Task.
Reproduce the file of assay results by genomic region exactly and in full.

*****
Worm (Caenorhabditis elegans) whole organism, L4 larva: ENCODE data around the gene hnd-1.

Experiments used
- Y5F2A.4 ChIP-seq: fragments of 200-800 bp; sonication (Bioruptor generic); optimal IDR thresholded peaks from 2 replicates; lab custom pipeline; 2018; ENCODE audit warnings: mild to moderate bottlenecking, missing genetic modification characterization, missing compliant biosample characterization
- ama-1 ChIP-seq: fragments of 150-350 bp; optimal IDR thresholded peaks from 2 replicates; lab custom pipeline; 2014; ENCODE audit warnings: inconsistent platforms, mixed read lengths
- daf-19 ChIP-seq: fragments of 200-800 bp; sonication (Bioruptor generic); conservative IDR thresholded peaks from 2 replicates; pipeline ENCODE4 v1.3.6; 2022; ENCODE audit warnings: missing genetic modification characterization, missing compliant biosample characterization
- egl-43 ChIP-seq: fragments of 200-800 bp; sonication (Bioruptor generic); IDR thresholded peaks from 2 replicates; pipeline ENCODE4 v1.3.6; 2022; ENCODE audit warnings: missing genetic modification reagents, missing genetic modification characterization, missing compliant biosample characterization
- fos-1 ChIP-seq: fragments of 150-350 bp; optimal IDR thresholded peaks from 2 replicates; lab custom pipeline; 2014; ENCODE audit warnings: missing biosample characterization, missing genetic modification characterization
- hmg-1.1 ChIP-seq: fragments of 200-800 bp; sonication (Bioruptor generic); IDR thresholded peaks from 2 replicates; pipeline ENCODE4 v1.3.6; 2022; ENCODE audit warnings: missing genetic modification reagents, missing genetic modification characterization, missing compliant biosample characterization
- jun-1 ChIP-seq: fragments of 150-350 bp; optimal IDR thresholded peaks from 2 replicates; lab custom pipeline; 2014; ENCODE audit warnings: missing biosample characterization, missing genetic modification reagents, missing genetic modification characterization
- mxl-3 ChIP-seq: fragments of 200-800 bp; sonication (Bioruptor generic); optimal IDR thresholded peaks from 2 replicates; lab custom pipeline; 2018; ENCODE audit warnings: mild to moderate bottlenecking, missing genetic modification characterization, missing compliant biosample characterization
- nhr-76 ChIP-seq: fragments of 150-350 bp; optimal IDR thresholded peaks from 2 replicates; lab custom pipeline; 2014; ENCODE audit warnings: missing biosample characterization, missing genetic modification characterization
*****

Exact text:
Worm (Caenorhabditis elegans) whole organism, L4 larva: ENCODE data around the gene hnd-1.

Experiments used
- Y5F2A.4 ChIP-seq: fragments of 200-800 bp; sonication (Bioruptor generic); optimal IDR thresholded peaks from 2 replicates; lab custom pipeline; 2018; ENCODE audit warnings: mild to moderate bottlenecking, missing genetic modification characterization, missing compliant biosample characterization
- ama-1 ChIP-seq: fragments of 150-350 bp; optimal IDR thresholded peaks from 2 replicates; lab custom pipeline; 2014; ENCODE audit warnings: inconsistent platforms, mixed read lengths
- daf-19 ChIP-seq: fragments of 200-800 bp; sonication (Bioruptor generic); conservative IDR thresholded peaks from 2 replicates; pipeline ENCODE4 v1.3.6; 2022; ENCODE audit warnings: missing genetic modification characterization, missing compliant biosample characterization
- egl-43 ChIP-seq: fragments of 200-800 bp; sonication (Bioruptor generic); IDR thresholded peaks from 2 replicates; pipeline ENCODE4 v1.3.6; 2022; ENCODE audit warnings: missing genetic modification reagents, missing genetic modification characterization, missing compliant biosample characterization
- fos-1 ChIP-seq: fragments of 150-350 bp; optimal IDR thresholded peaks from 2 replicates; lab custom pipeline; 2014; ENCODE audit warnings: missing biosample characterization, missing genetic modification characterization
- hmg-1.1 ChIP-seq: fragments of 200-800 bp; sonication (Bioruptor generic); IDR thresholded peaks from 2 replicates; pipeline ENCODE4 v1.3.6; 2022; ENCODE audit warnings: missing genetic modification reagents, missing genetic modification characterization, missing compliant biosample characterization
- jun-1 ChIP-seq: fragments of 150-350 bp; optimal IDR thresholded peaks from 2 replicates; lab custom pipeline; 2014; ENCODE audit warnings: missing biosample characterization, missing genetic modification reagents, missing genetic modification characterization
- mxl-3 ChIP-seq: fragments of 200-800 bp; sonication (Bioruptor generic); optimal IDR thresholded peaks from 2 replicates; lab custom pipeline; 2018; ENCODE audit warnings: mild to moderate bottlenecking, missing genetic modification characterization, missing compliant biosample characterization
- nhr-76 ChIP-seq: fragments of 150-350 bp; optimal IDR thresholded peaks from 2 replicates; lab custom pipeline; 2014; ENCODE audit warnings: missing biosample characterization, missing genetic modification characterization